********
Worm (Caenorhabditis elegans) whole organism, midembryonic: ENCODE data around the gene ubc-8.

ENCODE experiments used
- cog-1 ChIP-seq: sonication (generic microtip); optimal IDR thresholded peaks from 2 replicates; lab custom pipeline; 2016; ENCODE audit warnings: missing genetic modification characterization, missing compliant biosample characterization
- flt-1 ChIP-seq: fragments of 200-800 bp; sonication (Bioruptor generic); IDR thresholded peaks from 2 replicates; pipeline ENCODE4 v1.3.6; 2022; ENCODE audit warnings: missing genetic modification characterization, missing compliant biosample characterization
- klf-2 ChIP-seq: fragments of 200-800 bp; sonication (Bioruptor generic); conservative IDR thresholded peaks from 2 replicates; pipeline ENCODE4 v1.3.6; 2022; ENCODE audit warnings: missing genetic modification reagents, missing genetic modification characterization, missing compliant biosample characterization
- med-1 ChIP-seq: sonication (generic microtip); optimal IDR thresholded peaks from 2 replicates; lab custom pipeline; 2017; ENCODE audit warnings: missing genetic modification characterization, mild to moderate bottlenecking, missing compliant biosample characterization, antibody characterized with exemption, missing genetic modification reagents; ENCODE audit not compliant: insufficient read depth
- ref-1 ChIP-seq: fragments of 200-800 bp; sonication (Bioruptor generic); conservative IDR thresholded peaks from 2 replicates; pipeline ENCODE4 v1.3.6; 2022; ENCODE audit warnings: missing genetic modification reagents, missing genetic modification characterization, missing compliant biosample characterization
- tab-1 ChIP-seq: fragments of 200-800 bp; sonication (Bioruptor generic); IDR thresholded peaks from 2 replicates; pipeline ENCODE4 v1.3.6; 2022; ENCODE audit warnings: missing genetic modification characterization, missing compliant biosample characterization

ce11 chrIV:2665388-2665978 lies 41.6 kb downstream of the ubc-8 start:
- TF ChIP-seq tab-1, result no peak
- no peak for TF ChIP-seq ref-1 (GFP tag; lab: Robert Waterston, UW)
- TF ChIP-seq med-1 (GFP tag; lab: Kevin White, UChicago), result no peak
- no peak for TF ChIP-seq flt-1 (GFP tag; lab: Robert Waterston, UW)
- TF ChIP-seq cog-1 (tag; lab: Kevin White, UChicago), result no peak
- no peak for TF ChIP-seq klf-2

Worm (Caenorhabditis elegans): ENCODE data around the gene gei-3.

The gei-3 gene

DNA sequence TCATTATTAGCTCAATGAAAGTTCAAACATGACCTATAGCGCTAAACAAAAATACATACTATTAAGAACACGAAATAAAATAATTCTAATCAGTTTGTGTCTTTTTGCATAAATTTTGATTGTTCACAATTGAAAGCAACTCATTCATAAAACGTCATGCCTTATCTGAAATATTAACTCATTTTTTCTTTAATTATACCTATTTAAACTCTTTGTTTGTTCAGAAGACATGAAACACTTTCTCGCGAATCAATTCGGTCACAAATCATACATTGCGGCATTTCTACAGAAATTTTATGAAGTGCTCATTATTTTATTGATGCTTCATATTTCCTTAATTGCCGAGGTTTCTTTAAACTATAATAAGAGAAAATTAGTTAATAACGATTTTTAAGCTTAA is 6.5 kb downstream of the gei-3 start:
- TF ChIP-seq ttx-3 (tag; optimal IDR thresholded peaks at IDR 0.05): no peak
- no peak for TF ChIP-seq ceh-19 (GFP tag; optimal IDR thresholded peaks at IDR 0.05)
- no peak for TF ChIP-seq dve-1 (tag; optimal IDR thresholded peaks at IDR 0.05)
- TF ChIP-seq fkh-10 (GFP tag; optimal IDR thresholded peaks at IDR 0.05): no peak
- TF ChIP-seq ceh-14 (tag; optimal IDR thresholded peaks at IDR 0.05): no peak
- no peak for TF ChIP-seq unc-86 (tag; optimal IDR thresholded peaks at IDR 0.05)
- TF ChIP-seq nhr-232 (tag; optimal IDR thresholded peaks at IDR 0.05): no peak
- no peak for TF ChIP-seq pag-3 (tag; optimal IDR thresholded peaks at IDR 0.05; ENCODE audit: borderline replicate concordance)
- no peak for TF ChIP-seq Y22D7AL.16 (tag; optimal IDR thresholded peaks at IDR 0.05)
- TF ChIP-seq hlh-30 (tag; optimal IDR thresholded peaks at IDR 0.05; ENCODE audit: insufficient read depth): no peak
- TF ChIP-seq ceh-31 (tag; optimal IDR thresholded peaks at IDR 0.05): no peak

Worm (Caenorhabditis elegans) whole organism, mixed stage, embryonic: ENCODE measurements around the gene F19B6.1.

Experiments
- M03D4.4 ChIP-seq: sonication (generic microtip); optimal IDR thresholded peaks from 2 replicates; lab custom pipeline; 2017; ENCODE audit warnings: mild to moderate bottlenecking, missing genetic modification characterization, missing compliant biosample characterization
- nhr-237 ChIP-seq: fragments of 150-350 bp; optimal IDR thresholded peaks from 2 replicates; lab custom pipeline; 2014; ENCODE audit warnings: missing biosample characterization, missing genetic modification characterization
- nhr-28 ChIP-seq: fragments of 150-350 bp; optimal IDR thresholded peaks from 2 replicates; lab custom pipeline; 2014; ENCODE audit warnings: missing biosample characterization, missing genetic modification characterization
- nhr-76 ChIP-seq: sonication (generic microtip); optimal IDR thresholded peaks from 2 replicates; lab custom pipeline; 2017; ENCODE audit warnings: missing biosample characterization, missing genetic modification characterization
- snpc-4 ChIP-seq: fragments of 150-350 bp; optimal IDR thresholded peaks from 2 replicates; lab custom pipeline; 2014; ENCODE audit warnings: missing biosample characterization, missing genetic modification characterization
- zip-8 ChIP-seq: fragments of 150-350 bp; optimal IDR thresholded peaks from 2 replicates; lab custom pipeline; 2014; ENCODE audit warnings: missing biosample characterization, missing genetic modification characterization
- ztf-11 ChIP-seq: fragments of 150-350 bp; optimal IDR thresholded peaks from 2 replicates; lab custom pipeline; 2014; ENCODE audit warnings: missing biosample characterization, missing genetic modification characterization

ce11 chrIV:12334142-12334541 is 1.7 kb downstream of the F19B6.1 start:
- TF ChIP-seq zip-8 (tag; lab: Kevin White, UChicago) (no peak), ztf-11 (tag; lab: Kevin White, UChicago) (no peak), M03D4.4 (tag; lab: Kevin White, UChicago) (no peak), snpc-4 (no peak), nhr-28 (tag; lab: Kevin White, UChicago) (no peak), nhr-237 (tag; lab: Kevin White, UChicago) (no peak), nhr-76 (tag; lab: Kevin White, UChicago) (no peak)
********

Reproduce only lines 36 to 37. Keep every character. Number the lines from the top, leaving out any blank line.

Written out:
- snpc-4 ChIP-seq: fragments of 150-350 bp; optimal IDR thresholded peaks from 2 replicates; lab custom pipeline; 2014; ENCODE audit warnings: missing biosample characterization, missing genetic modification characterization
- zip-8 ChIP-seq: fragments of 150-350 bp; optimal IDR thresholded peaks from 2 replicates; lab custom pipeline; 2014; ENCODE audit warnings: missing biosample characterization, missing genetic modification characterization